JD Wetherspoon loses appeal over Guildford pub

May 2006

Live event industry
JD Wetherspoon loses appeal over Guildford pub: Regina (J D Wetherspoon Plc) v Guildford Bourough Council The Times 14 April 2006

Pub chain owner JD Wetherspoon has lost its High Court challenge against Guildford Borough Council. The company wanted the high court to overturn a decision by the local authority that effectively blocked its Lloyds No 1 pub gaining a three-hour extension. Guildford Council blocked the extension after claiming in contravened its cumulative impact policy. Wetherspoons had insisted the policy should apply only to new premises – the Rodboro Buildings venue was converted from an existing JDWetherspoon pub (and coincidently is next door to the Academy for Contemporary Music where the Editor of Music Law Updates has taught!). Lawyers for Wetherspoon argued that the Guildford licensing authority’s refusal to grant its application was undermining the new licensing regime. Sir Richard Beckett, QC, for the pub chain, claimed that the council was effectively enforcing the old 11pm closing time by the back door and said that the council’s policy was contrary to the 2003 Licensing Act. He argued that the authority had adopted a “cumulative impact policy” for Bridge Street because of the concentration of pubs there. That meant, he said, that extended licences in the Bridge Street area were not granted unless there were exceptional circumstances. Mr Justice Beatson ruled, however, that the policy was lawful. He said that it was not unreasonable of the council to have taken into account that extending the opening hours of Lloyds No 1 would disrupt the present “staggered” closing times in surrounding streets. His lordship said that the Council was not precluded from applying its cumulative impact policy to an application to vary a licence by the Licensing Act 2003 or by the Home Secretary’s Guidance to Licensing Authorities and Police July 7 2005 or by its own Statement of LicensingPolicy of November 2004. Furthermore the Council was entitled to find that Wetherspoon’s application to vary the terms of their licence was a material variation and so the cumulative impact policy applied. Wetherspoon is taking comfort from a part of the judgment that insists, however, that there should be a presumption in favour of granting extended hours. Company spokesman Eddie Gershon said: “95% of our pubs already have extended hours. The judgment applies purely to the Guildford pub and seven other in Westminster and Bromley where local authorities have similar policies. We take a lot of positives out of the judgment because it says there is a presumption that local authorities should grant longer hours.” However, a spokesman for Guildford Council said: “We are extremely pleased that the High Court has ruled that we applied our policy in the correct manner. This will have a positive impact on our community and will also support the efforts of other local authorities wishing to maintain law and order in their city centres”. Council legal costs of £24,000 were awarded against Wetherspoons.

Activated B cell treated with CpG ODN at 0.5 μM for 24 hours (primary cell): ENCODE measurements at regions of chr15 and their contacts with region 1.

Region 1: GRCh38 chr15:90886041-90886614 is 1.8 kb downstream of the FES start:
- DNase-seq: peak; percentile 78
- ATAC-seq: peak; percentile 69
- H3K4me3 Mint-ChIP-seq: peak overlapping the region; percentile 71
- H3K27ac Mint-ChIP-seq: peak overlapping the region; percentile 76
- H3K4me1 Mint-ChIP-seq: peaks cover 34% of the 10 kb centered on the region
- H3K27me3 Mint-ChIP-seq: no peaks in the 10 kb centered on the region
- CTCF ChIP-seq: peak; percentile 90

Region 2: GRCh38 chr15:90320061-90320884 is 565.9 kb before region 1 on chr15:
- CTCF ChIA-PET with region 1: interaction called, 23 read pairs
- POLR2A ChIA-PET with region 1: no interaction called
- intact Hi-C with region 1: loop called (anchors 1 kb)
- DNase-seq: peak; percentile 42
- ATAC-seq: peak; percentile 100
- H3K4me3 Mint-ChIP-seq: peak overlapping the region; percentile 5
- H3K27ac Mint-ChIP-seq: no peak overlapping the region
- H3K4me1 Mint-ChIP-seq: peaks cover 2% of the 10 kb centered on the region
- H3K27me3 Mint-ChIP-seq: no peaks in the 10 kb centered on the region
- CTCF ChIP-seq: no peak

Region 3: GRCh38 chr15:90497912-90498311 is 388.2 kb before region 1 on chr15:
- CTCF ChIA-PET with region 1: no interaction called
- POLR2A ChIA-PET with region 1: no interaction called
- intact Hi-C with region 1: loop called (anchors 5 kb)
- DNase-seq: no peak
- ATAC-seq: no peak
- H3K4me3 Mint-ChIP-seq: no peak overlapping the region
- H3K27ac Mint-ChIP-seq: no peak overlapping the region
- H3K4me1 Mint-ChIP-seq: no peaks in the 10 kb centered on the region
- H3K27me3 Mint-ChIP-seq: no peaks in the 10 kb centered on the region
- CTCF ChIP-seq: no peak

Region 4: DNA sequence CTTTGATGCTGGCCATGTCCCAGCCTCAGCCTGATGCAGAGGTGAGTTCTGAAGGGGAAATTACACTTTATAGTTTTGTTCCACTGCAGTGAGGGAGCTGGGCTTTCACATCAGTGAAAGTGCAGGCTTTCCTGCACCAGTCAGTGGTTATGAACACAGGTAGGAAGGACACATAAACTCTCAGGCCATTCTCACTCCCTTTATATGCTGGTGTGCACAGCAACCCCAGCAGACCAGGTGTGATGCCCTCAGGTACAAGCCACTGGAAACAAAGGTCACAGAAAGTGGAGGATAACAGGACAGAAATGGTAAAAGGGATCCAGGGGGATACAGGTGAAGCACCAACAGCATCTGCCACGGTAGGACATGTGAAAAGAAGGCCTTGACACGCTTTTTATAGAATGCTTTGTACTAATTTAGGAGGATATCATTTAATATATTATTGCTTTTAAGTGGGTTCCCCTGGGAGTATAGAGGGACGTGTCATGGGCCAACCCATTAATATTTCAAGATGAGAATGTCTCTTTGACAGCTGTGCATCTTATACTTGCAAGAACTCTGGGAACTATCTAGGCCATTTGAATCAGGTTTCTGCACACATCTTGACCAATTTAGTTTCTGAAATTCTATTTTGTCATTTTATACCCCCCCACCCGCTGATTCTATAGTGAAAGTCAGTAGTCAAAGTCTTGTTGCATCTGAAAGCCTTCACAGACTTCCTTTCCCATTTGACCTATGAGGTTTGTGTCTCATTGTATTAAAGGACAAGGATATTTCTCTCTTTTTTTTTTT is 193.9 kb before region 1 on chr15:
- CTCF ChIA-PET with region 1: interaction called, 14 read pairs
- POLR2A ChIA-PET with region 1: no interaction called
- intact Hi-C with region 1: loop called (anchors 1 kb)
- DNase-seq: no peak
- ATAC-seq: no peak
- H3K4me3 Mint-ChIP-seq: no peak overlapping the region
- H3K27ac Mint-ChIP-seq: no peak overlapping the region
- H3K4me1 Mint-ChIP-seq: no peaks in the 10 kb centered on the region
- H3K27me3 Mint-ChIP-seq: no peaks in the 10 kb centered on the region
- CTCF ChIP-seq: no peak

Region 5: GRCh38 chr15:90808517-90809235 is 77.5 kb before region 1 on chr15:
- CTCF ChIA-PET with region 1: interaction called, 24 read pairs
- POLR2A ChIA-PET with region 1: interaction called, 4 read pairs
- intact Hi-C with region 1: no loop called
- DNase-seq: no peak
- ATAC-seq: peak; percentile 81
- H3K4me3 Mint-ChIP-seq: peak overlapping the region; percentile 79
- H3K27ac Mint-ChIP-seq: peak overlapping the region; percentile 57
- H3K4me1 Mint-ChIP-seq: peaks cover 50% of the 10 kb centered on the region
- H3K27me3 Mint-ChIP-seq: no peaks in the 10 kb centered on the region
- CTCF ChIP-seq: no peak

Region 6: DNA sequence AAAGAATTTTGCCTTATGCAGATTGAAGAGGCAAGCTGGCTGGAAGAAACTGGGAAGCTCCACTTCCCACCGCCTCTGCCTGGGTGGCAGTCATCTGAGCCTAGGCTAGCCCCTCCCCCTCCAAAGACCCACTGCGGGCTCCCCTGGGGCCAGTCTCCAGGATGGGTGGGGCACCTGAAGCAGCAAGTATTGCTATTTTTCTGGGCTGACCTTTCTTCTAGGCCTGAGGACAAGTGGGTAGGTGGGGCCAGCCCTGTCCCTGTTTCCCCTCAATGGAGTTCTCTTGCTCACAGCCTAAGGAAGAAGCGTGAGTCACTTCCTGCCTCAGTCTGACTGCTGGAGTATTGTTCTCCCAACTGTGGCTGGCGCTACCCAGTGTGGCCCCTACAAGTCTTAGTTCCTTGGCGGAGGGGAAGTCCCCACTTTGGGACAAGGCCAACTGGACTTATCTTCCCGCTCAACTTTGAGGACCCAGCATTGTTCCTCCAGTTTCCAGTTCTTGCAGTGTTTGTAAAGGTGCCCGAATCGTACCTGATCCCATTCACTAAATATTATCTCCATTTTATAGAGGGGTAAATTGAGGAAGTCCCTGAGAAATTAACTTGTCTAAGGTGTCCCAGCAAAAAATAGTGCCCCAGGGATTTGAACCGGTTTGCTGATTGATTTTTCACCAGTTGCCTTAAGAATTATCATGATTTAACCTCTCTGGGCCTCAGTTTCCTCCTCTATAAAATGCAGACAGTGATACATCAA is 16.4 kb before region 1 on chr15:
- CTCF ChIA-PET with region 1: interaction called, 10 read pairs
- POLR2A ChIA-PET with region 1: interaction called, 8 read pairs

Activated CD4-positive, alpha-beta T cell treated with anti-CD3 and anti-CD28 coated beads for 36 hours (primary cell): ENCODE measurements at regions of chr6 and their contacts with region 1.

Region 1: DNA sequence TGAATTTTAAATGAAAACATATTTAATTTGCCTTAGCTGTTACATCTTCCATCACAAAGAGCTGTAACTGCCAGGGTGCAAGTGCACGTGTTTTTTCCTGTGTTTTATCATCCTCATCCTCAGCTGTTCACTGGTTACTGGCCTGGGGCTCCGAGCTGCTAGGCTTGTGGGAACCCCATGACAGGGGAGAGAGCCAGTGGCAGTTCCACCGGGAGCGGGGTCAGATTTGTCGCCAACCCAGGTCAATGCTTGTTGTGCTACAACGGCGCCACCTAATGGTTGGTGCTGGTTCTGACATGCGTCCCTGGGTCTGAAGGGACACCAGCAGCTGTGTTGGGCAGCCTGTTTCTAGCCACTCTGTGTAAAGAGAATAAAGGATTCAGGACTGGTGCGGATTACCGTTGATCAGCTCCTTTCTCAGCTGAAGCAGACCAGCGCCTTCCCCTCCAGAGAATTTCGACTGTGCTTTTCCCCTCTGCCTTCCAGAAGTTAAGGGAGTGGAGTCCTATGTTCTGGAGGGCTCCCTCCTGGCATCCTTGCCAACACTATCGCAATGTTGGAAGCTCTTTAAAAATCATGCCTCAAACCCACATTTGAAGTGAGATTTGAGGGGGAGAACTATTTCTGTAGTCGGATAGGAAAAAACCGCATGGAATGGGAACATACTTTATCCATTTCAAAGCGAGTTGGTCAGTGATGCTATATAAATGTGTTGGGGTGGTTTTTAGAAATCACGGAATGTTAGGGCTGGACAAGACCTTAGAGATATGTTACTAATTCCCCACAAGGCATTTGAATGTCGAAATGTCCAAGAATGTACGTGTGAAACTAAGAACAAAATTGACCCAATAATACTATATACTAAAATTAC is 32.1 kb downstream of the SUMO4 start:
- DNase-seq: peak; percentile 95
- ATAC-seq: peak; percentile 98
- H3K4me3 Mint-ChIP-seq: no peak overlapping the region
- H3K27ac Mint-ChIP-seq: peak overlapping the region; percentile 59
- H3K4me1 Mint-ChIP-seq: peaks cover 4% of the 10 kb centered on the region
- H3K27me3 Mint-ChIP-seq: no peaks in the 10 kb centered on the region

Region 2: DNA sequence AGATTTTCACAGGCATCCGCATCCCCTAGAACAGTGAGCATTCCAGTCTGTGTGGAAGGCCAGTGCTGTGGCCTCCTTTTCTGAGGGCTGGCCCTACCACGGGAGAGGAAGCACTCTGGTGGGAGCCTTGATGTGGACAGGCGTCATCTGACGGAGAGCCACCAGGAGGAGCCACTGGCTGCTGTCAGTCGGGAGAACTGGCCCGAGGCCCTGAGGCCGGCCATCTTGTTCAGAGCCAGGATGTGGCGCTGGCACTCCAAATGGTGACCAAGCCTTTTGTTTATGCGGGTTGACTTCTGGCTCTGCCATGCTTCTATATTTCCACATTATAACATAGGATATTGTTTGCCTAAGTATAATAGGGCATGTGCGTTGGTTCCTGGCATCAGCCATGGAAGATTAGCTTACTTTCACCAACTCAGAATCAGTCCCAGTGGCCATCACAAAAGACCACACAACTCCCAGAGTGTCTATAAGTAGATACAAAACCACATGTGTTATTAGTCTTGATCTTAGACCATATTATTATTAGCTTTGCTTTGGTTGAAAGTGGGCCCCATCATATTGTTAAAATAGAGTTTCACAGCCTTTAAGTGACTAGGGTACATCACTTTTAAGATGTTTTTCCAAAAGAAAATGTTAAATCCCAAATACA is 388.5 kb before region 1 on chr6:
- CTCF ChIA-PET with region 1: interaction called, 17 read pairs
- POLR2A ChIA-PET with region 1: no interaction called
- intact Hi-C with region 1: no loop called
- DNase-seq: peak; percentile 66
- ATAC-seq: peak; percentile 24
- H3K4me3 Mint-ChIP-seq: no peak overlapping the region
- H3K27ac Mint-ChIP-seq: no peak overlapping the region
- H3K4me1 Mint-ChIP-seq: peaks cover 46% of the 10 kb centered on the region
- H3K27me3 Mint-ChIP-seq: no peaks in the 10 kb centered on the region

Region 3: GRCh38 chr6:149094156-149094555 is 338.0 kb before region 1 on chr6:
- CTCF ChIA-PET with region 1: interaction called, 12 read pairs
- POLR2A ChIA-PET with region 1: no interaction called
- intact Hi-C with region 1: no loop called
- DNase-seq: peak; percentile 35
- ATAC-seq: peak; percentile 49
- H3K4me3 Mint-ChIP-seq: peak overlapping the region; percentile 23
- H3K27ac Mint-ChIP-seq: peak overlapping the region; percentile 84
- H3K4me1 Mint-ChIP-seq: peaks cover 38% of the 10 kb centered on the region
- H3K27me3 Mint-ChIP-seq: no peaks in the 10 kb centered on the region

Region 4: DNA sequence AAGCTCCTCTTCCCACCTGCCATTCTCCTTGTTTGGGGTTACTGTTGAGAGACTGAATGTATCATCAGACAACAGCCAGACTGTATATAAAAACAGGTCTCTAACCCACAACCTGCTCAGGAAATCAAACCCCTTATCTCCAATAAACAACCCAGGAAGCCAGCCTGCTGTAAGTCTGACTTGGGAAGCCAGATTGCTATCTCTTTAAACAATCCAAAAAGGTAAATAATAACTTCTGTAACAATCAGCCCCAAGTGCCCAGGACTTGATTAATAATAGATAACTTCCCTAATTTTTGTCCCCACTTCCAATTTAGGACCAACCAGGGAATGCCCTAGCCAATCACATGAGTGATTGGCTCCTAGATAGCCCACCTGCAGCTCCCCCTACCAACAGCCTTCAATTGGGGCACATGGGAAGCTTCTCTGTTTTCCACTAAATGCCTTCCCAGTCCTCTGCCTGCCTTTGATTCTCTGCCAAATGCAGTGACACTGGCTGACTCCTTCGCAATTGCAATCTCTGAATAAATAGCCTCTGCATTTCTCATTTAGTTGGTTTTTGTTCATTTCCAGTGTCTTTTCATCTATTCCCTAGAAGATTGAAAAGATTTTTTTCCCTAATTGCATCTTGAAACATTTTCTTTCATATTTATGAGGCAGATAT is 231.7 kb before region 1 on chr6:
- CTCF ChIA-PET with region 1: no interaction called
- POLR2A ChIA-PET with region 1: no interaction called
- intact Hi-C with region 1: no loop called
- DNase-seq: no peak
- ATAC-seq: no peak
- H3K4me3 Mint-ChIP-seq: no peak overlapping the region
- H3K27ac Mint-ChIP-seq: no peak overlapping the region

Westminster City Council  had announced that 28 licensing appeals have been withdrawn by operators after consultation. This follows news that four appeals against the decisions taken by the council’s Licensing Sub-Committee were lost. Three were dismissed with costs awarded to the council and one appeal was allowed with no order as to costs. The three cases were in the council’s West End ‘stress area’. This was created by the WCC as it believes that the area is saturated already with premises that serve alcohol late into the night.  Despite these cases and the Wetherspoons case above, it should be noted that in October 2005 Mr Justice Richards found that the Licensing Policies of Canterbury City Council and forty other local authorities were illegal . Central to the case was that Canterbury’s Licensing Policy was far too prescriptive, set broad blanket conditions on licensed businesses and misled those applying for licences about what they had to do to be granted a licence – in effect the case was that the Council’s Licensing Policy was in breach of the provisions of the Licensing Act 2003.

However in Merseyside a pub has lost its extended hours after an appeal to the Magistrates Court. The pub, which had no problems with the police or local authority since November, lost its extended hours after residents complained it might cause a late-night disturbance. The Saughall Hotel in Saughall Massie on Merseyside had been granted extended hours to midnight from Sunday to Thursday and until 1am on Friday and Saturday nights. But magistrates cut the hours to 11.30pm from Sunday to Thursday and midnight at weekends following a case brought by local residents. The Saughall Massie Conservation Society brought the case because they feared the new hours would lead to disorder and excessive noise. The Publican (13 April 2006) reports that this was despite the fact the police, local authority and pub company had received no complaints about the premises – and despite reassurances issued from the government at the time of the Licensing Act that pubs would not be penalised unless they created problems



www.musiclawupdates.com Archive October 2005

The Times 12 th April 2006, The Times Law Reports 14 th April 2006.

The Publican 13 th April 2006

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